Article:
Usage


At first the one-hundred-dollar note saw little use due to its high value; in terms of December 2018 dollars, it had the purchasing power equivalent to around $1,800 in July 1967, and around $395 in December 1981.[citation needed] By March 1982, only 120,500 $100 notes were in circulation; by comparison, 24 million $10 notes were in circulation.[9]

Since 1993 however, holdings of the one-hundred-dollar note has overtaken holdings of five-dollar and ten-dollar notes, and have continued to increase. Reserve Bank research indicates that this could be because cash in New Zealand is being used less for transactional purposes and more as a store of value.[10]

Security features


New Zealand's banknotes incorporate many security features to prevent counterfeiting. The newer polymer banknotes have a distinctive plastic feel and should not tear easily.[11]

Security features on the Series 7 one-hundred-dollar note include a large transparent window containing intricate details, such as the denomination of the note and a detailed border with ferns and koru patterns. When held up to the light, small puzzle pieces on the front and back of the note form a complete number 100 (the denomination of the note). The front and back of the banknote have raised ink that can be felt. On the front of the banknote, the large number 100, the portrait and the words "Reserve Bank of New Zealand Te Pūtea Matua" are raised; on the back, the large number 100, the featured bird and the words "New Zealand" and "Aotearoa" are raised.

The Series 6 security features include that, when the note is shown to the light, a shadow image of Elizabeth II is displayed. There is intaglio printing through the note which gives it an embossed feel. Under UV light a fluorescent patch will appear showing "100", the denomination of the note. The note has a see-through window in the shape of fern on the left and an oval-shaped window on the right. There is an image of a fern located above the see-through window, and the two sides should match perfectly when held up to the light.[12]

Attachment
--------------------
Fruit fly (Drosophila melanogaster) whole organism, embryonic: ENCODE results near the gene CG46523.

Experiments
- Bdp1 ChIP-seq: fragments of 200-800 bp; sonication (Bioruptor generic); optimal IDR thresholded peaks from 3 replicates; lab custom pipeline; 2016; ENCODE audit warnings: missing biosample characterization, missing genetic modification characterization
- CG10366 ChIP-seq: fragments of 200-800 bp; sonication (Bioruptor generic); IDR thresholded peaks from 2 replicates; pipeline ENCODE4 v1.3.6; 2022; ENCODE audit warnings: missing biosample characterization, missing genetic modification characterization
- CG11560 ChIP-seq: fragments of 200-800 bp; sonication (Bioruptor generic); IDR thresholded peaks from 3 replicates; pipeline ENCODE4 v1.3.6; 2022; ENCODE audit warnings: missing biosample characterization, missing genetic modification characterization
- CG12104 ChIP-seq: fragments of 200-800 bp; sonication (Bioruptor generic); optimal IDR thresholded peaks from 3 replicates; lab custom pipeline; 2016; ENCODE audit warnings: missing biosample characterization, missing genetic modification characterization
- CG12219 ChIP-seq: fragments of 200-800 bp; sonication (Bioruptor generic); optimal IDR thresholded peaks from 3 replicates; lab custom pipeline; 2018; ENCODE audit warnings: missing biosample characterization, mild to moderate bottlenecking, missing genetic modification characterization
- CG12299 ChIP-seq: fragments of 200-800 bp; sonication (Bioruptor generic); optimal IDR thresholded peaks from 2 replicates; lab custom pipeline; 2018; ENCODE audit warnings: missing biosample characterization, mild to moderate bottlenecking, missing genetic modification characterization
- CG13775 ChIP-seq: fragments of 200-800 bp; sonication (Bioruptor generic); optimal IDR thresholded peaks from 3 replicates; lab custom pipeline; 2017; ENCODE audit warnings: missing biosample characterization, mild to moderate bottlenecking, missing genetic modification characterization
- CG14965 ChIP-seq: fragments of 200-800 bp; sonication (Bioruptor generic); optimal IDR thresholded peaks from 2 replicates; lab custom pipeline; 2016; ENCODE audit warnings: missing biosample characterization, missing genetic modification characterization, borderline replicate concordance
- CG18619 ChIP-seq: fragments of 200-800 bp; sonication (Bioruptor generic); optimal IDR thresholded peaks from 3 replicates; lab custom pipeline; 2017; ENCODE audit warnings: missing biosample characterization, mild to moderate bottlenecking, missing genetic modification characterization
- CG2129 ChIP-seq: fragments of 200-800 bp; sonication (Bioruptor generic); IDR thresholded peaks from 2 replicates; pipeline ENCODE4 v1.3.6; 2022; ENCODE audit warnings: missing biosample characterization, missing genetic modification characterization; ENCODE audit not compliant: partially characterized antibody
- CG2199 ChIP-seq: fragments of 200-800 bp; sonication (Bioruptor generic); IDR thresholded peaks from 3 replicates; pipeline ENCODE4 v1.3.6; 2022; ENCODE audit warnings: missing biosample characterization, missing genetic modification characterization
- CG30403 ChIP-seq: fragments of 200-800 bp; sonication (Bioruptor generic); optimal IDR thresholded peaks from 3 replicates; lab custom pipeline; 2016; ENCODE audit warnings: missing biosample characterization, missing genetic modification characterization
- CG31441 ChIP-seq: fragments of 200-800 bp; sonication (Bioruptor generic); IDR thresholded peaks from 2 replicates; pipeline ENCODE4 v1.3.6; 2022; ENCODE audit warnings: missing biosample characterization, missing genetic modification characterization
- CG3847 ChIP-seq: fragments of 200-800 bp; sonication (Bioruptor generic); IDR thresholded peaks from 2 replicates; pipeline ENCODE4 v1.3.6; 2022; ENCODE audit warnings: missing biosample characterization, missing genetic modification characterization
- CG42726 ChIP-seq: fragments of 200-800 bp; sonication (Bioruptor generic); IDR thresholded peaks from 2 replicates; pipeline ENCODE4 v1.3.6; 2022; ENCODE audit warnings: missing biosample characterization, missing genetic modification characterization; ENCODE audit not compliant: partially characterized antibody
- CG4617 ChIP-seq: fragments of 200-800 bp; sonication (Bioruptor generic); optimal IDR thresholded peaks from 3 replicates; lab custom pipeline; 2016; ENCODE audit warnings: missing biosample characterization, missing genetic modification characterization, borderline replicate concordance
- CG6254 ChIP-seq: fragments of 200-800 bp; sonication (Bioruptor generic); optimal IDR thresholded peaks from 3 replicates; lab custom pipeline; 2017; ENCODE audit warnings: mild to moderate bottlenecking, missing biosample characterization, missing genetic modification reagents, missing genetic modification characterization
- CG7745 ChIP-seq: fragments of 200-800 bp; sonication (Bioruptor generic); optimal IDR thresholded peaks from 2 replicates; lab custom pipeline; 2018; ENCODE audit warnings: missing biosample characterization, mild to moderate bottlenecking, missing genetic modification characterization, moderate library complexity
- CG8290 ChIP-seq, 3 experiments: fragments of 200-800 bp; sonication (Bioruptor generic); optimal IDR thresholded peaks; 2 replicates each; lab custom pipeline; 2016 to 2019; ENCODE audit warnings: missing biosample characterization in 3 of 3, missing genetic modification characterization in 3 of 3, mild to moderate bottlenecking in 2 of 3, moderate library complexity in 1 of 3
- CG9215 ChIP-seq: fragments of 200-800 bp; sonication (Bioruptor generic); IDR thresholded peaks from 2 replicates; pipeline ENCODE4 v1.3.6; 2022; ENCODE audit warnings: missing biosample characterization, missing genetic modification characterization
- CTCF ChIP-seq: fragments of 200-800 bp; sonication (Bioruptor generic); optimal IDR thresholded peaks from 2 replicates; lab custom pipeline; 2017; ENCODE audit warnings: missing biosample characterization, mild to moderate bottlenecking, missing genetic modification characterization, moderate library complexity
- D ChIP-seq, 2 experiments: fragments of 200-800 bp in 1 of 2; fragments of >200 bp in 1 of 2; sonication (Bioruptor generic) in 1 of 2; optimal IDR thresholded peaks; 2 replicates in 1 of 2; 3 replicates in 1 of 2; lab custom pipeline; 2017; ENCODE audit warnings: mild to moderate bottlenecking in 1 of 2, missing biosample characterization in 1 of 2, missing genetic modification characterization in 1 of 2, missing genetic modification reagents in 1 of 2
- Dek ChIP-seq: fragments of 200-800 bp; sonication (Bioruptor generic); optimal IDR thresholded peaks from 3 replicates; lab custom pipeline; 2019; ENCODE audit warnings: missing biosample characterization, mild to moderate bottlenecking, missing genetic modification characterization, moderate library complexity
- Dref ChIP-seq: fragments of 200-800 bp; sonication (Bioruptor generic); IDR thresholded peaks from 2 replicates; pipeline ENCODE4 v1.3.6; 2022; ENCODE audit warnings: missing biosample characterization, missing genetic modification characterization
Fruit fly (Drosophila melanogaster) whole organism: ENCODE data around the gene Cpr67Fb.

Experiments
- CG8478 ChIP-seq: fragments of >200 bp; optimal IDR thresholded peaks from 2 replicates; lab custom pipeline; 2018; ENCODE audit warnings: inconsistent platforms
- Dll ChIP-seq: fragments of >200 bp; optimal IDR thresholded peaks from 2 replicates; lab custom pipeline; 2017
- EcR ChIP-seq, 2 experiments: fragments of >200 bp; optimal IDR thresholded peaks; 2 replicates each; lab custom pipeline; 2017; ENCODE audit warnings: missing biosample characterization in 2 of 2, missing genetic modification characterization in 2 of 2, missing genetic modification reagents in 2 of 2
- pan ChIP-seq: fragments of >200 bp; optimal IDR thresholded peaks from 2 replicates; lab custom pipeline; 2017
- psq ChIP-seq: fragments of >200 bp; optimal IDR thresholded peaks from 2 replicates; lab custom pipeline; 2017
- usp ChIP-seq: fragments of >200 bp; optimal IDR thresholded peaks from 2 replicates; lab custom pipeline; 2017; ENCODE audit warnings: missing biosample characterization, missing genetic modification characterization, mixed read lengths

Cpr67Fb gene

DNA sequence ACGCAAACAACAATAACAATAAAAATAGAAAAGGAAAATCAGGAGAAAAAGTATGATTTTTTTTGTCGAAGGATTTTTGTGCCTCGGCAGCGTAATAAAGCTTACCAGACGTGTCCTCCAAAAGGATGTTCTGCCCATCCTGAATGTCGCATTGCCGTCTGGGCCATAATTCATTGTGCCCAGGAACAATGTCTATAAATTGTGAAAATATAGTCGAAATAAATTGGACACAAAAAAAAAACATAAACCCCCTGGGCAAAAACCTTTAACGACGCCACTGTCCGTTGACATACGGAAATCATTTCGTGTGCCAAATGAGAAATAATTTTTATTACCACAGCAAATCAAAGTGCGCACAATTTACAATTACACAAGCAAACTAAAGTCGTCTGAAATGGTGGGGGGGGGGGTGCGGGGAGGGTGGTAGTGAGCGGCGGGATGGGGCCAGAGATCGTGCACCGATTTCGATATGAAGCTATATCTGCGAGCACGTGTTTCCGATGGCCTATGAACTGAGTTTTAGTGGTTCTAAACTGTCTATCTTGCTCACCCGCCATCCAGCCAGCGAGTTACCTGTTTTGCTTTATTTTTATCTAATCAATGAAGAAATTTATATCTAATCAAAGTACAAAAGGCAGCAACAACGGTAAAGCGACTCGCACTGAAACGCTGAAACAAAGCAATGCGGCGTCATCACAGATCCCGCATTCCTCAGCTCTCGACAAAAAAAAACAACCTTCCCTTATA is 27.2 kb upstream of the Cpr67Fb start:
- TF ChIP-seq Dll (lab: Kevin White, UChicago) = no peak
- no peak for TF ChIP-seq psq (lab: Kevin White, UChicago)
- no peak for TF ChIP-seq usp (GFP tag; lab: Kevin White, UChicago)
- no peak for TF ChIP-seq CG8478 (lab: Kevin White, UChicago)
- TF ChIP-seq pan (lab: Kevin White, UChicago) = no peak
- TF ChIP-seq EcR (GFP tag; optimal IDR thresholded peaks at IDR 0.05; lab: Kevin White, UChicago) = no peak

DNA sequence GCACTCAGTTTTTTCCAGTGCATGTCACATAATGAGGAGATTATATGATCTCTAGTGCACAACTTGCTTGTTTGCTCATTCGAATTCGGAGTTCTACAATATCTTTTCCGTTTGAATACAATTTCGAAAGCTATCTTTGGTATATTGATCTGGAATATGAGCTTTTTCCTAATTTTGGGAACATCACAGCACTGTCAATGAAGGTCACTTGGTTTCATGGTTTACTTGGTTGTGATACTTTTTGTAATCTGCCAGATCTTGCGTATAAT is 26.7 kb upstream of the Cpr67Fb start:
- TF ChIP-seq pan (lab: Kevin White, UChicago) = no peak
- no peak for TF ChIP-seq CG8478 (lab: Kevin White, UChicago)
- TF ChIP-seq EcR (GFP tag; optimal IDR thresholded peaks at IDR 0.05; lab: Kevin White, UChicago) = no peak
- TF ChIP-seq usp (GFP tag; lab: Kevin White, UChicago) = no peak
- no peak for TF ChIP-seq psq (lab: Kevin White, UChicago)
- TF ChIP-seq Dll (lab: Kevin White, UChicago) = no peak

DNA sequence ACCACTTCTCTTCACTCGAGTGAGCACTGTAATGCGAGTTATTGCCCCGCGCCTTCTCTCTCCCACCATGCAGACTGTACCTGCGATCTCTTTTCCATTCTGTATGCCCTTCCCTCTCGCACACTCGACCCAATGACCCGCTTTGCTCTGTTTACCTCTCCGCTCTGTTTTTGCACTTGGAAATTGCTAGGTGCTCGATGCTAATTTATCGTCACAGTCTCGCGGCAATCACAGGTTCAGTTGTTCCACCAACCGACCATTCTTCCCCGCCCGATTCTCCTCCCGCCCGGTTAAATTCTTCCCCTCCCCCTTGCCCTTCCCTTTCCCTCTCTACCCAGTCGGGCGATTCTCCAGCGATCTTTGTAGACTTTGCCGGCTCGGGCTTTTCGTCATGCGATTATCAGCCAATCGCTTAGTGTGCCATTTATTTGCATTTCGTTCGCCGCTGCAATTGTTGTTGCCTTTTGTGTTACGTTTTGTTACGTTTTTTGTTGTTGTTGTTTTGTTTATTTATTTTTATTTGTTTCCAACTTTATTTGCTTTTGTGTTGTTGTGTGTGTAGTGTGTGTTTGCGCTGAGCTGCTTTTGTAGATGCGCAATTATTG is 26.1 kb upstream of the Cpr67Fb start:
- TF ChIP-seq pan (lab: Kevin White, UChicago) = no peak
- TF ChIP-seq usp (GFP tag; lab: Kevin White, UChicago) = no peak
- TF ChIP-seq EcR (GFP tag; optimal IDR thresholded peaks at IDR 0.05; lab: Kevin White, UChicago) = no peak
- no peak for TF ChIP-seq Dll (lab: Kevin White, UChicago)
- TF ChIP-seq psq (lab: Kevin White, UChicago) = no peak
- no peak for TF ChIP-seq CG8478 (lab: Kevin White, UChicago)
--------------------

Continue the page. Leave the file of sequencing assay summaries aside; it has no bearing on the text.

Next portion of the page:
References


  1. "The history of banknotes in New Zealand". Reserve Bank of New Zealand. Retrieved 7 December 2020.
  2. "Explaining New Zealand's Currency" (PDF). Reserve Bank of New Zealand. Archived from the original (PDF) on 30 April 2013. Retrieved 2 August 2013.
  3. Wright, Matthew (July 2017). "A litmus test for society: Reserve Bank decimal note designs 1967–2017" (PDF). Reserve Bank of New Zealand Bulletin. 80 (5). Retrieved 9 December 2020.
  4. Pollock, Kerryn (20 June 2012). "Third series of banknotes: $100 (6th of 7)". Te Ara – the Encyclopedia of New Zealand. Retrieved 9 December 2020.
  5. Campbell, John (1992). "The Rutherford Banknote". Rutherford.org.nz. Retrieved 9 December 2020.
  6. "New Zealand $100 note". Science Learning Hub. New Zealand Government. 24 May 2019. Retrieved 9 December 2020.
  7. "$100". Reserve Bank of New Zealand. Retrieved 9 December 2020.
  8. "Banknotes in circulation". Reserve Bank of New Zealand. Retrieved 9 December 2020.
  9. "Bank notes in the hands of the public". Reserve Bank of New Zealand. Archived from the original on 9 December 2020. The table records that $12,050,000 worth of $100 notes were in circulation as at 1982, as opposed to $247,097,000 worth of $10 notes.
  10. "Issues Paper – The Future of Cash Use – Te Whakamahinga Moni Anamata". Reserve Bank of New Zealand. June 2019. Retrieved 9 December 2020.
  11. "New Bank Notes Security Features" (PDF). Reserve Bank of New Zealand. April 2016. Retrieved 10 December 2020.
  12. "The New Polymer Bank Notes" (PDF). Reserve Bank of New Zealand. Archived from the original (PDF) on 13 May 2013. Retrieved 2 August 2013.